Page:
A nickname, however, could have its origin in an NOE or be a character trait that is associated with the individual, e.g. "Slim", but when put to the reverse engineering test, it would be close to impossible to figure out the original name. There's an evolutionary process that can take you from an NOE to an actual nickname as well as a good story.

A good example of this is: Magic Johnson. There is no way to figure out from "Magic" that his real name is "Earvin."

When reviewing our list of 50 potential nicknames, we realized that many of them, though quite clever, witty and funny, were not actually nicknames, rather NOE's.

Using the new criteria we've settled on two candidates for the long term. Market forces will determine the winner and there's a good likelihood that they will further evolve so it's hard to say how it will end. In fact, it's an organism all its own.

The candidates are: Taco and Gatsby.

Her name is Rebecca.

How you expect things to turn out...

I'm in the middle of a good book now called "The Outside World" by Tova Mirvis. The basic plot involves a young Jewish boy who becomes extremely religious and his parents have to confront the challenge of their son not growing up as they had imagined.

It's made me think about my own expectations for my kids and at the same time made me think about what, if any, expectations I should have.

I wonder if, instead of creating a fantasized path they will follow, I should focus more on the type of character traits I want them to have. Then, they can use those traits on a path they choose. Clearly, some paths they choose would be more painful to me than others and hopefully, they will see merit in some of the paths I value more highly than others, but in the end, I can't control them. Seeking to control them defeats the end goal of my role as a father. It's almost contradictory.

On the one hand, give them the traits, education, and goals that you value, but at the same time, be prepared for them to interpret everything differently.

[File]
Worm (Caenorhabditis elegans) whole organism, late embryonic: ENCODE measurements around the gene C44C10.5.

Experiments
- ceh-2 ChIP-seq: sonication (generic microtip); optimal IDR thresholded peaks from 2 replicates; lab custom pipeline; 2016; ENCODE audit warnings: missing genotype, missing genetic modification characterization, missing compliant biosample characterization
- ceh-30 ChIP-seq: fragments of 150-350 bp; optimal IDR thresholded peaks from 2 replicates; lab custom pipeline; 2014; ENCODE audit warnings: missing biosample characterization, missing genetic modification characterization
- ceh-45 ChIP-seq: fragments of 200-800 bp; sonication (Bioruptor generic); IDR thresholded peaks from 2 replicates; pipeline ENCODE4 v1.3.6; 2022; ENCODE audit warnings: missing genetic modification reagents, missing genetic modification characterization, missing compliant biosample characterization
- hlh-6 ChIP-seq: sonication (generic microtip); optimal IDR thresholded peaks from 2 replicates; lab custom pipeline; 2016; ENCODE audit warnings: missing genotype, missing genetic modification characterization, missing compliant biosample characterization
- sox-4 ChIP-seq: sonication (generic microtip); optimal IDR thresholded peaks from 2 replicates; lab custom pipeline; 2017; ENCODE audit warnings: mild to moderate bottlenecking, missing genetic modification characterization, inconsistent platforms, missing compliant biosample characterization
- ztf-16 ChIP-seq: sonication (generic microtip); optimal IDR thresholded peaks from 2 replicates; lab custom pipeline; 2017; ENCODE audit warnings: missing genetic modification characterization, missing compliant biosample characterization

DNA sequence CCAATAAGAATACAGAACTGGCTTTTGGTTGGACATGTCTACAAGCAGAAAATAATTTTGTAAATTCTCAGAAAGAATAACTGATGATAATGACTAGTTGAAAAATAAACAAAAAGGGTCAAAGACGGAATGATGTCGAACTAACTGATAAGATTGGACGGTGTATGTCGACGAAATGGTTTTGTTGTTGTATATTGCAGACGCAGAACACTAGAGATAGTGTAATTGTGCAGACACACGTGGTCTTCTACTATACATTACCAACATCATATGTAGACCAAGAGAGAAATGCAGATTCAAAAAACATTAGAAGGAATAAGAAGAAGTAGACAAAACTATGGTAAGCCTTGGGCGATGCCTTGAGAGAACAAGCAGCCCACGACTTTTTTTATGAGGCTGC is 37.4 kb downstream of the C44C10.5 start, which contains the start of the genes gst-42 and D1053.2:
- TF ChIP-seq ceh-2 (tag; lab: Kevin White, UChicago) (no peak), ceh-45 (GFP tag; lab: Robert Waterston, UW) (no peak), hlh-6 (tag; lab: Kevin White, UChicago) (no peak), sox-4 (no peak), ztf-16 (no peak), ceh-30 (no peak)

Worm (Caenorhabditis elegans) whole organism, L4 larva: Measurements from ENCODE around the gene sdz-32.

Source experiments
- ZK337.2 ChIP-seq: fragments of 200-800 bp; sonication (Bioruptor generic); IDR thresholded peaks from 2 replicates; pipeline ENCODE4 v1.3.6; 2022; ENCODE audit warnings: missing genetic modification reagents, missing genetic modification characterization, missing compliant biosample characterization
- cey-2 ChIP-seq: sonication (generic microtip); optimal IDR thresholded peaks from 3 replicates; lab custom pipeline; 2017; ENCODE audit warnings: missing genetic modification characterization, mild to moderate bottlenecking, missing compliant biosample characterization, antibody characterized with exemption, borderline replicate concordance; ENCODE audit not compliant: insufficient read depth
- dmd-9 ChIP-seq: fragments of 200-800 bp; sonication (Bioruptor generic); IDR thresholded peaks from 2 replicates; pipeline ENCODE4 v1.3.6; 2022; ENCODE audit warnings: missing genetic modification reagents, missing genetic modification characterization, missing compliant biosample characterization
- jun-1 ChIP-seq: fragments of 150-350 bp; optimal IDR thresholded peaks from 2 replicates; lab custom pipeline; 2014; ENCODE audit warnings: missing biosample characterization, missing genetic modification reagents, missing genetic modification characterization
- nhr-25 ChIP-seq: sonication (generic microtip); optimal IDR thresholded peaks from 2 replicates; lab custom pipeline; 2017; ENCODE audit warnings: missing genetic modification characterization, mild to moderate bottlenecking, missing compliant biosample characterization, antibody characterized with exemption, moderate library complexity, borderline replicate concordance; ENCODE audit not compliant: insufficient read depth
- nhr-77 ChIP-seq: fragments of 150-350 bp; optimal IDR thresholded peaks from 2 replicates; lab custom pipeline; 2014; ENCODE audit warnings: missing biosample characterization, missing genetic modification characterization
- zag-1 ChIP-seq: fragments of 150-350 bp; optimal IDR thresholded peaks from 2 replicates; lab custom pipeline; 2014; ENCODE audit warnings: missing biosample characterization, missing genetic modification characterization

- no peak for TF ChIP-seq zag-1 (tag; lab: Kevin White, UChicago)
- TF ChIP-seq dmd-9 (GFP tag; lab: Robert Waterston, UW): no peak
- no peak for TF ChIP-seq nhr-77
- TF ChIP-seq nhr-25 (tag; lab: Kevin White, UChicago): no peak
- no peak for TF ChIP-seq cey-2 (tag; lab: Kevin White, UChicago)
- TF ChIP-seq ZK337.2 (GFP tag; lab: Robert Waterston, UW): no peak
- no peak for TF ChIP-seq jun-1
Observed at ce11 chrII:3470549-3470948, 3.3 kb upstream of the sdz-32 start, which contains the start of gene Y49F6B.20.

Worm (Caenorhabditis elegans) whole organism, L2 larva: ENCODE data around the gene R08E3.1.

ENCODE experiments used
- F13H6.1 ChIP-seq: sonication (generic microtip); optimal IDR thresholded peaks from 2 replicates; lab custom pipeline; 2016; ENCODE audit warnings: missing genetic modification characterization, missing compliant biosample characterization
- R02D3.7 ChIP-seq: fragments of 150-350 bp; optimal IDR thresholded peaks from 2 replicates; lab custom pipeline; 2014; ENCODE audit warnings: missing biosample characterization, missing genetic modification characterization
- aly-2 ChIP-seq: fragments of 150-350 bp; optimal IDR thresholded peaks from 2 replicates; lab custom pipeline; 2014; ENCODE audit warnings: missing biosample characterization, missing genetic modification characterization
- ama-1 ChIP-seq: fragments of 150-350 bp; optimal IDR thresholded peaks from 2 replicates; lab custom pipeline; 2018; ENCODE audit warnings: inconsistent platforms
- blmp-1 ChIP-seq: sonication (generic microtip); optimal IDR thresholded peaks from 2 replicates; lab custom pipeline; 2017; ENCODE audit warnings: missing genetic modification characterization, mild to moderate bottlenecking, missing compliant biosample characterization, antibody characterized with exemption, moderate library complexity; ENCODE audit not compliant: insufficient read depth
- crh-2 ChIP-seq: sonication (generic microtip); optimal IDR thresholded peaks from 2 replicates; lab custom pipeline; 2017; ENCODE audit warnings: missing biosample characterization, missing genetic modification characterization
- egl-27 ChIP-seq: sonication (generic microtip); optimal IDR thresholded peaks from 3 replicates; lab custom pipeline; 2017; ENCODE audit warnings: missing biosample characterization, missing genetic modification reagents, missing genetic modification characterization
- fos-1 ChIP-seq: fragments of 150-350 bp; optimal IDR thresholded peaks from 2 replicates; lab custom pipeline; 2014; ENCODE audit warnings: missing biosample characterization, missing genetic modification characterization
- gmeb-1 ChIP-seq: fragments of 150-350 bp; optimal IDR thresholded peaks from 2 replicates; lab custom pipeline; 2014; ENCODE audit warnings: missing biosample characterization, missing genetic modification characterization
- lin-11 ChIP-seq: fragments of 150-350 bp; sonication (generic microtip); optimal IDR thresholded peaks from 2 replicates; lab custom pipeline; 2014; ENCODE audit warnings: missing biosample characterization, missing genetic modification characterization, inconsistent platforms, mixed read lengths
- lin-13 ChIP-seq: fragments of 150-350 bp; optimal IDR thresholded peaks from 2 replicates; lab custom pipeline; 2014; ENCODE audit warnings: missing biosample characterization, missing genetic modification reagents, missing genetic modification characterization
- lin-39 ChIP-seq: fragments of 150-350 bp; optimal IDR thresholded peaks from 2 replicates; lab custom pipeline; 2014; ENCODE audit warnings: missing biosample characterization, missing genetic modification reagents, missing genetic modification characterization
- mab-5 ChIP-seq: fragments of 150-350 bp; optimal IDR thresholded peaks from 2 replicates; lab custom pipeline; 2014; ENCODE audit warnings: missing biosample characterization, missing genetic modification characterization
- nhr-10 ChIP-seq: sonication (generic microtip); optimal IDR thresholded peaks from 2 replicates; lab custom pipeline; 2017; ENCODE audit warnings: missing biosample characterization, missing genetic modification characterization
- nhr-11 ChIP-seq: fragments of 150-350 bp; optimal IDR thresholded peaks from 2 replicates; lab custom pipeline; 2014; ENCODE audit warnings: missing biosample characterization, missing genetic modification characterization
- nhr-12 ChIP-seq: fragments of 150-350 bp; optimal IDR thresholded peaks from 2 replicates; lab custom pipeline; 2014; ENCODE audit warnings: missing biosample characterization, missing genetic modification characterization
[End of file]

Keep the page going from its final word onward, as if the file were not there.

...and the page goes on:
Airport security...

Got caught going through security with a Swiss Army knife. It was unintentional, the result of a series of unintended steps. Nevertheless, had a choice to face.

Either give up the knife or go back and figure out how to check it through and risk missing the flight.

I had received the knife as a bar mitzvah gift from my Dad. The thought of leaving it at the security gate of BWI was not the glamorous end I would have envisioned, so I took option 2.

The whole episode fomented the anger in me that I feel for the Arab terrorists who have changed the way we live.

On top of that, I was upset that all knife owners are viewed in the same light, when profiling-the way the Israelis do it-just seems to overlay some intelligence and analysis on top of otherwise banal facts.

Resistance is Futile...

There have been two times to date where I have had to forcibly hold Calanit down in order to compel her to sleep. I know that I am going to win the battle in terms of strength. I also know that I am doing what is best for her. It's still tough.

I don't want her to view me as someone who is holding her back, literally or figuratively. It's painful when she says, "Abba, don't snuggle me," which I suppose is about the nicest way you could say "get the hell off of me" that I can imagine.